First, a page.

Zoe Williams and logic: never the twain shall meet

There are plenty of people who feel neutral about where they shop, who are busy, whose sense of belonging might be more rooted to their work than their street, who find it annoying (it is annoying) that you can only get longlife cream in a corner shop.

This is an argument against supermarkets. That lots of people quite like them……

8 thoughts on “Zoe Williams and logic: never the twain shall meet”

  1. It’s about different mental models. (“Classical”) liberals approach the world in an additive manner, Post-Calvinists in a subtractive manner. That is, liberals think the world is pretty good but would be better with more of this and that, PCs think the world can be made better by subtracting things from it; they see it as full of bad things that must be banned.

    So, if they take away e.g. supermarkets, something better will result. In this case, the implausible scenario that the absence of supermarkets will somehow force local shops to offer all the services (well, the “good” ones[1]) that the supermarket currently do, even though that makes no economic sense and they never did before. Liberalism allows individuals to add value to the world. PCism removes ill-defined “harm”. Ne’er the twain shall meet.

    [1] Why does she want greater availability of cream anyway? Doesn’t that make us all obese?

  2. Sounds like normal Progressive snobbery and status-waving to me.

    Supermarkets are quick, convenient and cheap. Ordinary people like them because of this. Zoe has the time to spend half a day mooching around specialist local shops, and she has the income to live in an area where simply splendid local delicatessens thrive. She also has the income to be able to do all of her shopping in these places.

    Of course, being a good Progressive she cannot express this prejudice against the peasants in a Guardian article, so instead she projects it onto what the peasants like: in this case, supermarkets.

    In other areas it is projected onto package holidays, football, anything which an upper middle class public school educated Guardianista can expect to despise, but the underlying cause of the dislike is not the target, but the people.

  3. @IanB,

    we liberals can still recognise however that the big boys already have a major advantage, i.e. the ability to compete on less than level terms. Granted, supermarkets are great things, they make us all better off etc., and contrary to popular (Guardian-reading) belief it is their low profit margins (as opposed to “grotesque” profiteering) that makes life hard for the little guys. But it all comes down to planning, among other regulations, that impose similar deadweight costs on all manner of businesses thus favouring the bigger ones.

    And here, not only can the supermarkets engage expensive lawyers to fight their corner but they can also ease their passage into a new market through directly, shall we say, ensuring the favourable assistance of the decision-makers by means of the usual bribery, nepotism, sinecures and such. Something a small outfit doesn’t have the cash to do.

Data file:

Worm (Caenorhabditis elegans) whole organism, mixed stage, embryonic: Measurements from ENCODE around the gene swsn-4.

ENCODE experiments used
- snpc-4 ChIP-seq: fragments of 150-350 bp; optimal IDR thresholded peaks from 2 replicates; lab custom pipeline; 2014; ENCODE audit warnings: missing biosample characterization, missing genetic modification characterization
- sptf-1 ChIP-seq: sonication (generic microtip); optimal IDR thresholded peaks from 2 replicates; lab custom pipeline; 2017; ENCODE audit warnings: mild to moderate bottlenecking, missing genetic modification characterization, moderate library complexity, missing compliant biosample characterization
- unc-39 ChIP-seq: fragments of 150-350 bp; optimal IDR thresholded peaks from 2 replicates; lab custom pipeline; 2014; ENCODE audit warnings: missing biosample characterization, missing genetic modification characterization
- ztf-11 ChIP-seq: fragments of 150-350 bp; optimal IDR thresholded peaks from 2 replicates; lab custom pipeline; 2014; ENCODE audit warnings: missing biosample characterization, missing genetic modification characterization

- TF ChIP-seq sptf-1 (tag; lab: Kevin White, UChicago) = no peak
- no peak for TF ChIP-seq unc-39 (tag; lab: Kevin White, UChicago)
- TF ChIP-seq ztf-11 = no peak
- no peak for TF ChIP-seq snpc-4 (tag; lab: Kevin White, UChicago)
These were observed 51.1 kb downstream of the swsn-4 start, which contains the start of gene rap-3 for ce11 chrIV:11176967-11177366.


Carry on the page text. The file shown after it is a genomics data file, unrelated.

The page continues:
Another favoured trick, rather less employed in the UK than the US, is to open small local stores, wait for the competition to go out of business, then suddenly “discover” that the local operation is not profitable, shut it down, and suddenly everyone has to drive 20 miles to a mega mall. Bankrupt small businesses then no longer have the capital to reopen while the supermarket chain can come and go as they please.

    Of course the regulatory burden and resulting corruption is something us liberals can rightly blame on the state being too big and getting into stuff it shouldn’t be in. However the deliberate targeting of competitors for obliteration poses an ethical dilemma to liberals. The destruction wreaked by monopolists is never creative, thus there is a tension between the desire to prevent it and the liberal principle of having as small a state as possible.

  4. @JamesV: have you any evidence at all of any supermarket chain opening a smaller branch in an area, taking all the business from existing shops, then closing? Everywhere I look Tesco seem to opening more small stores rather than closing them.

    Anti-Tesco-ism is just snobbery pure and simple? Have you ever heard of anyone complaining about a new Waitrose or Co-op?

  5. @JamesV. That’s why us Libertarians want to abolish the things that big players can use to their advantage, like planning committees.

    It still doesn’t alter the fact that a big supermarket’s large customer base allows it to keep in stock a much wider range of perishables like cream, compared to Mr Patel, whose cream demand is so unreliable that he’d spend most of his time throwing away perished stock, then every now and again find ten customers he can’t supply.

    People shop at supermarkets because they supply a better service in many respects to local shops. You can’t alter that simple fact.

    You’d help local shops better by ending your “liberal” campaigns against the products they supply well; smokes, booze, crisps, confectionary, frozen pizzas, and so on. A Tesco is less likely to put Patel out of business than a ban on alcopops. And no, if you ban alcopops, he still won’t be able to supply fresh cream. It doesn’t work that way.

  6. It’s not me campaigning against any of those things! It’s the “liberals”. With distinct emphasis on the scare quotes!

  7. Hmmm… I really must let Sue in my local cornershop know that she is now responsible for going house to house, checking upon all her old-biddie customers next time it snows. I’m sure she won’t mind…..

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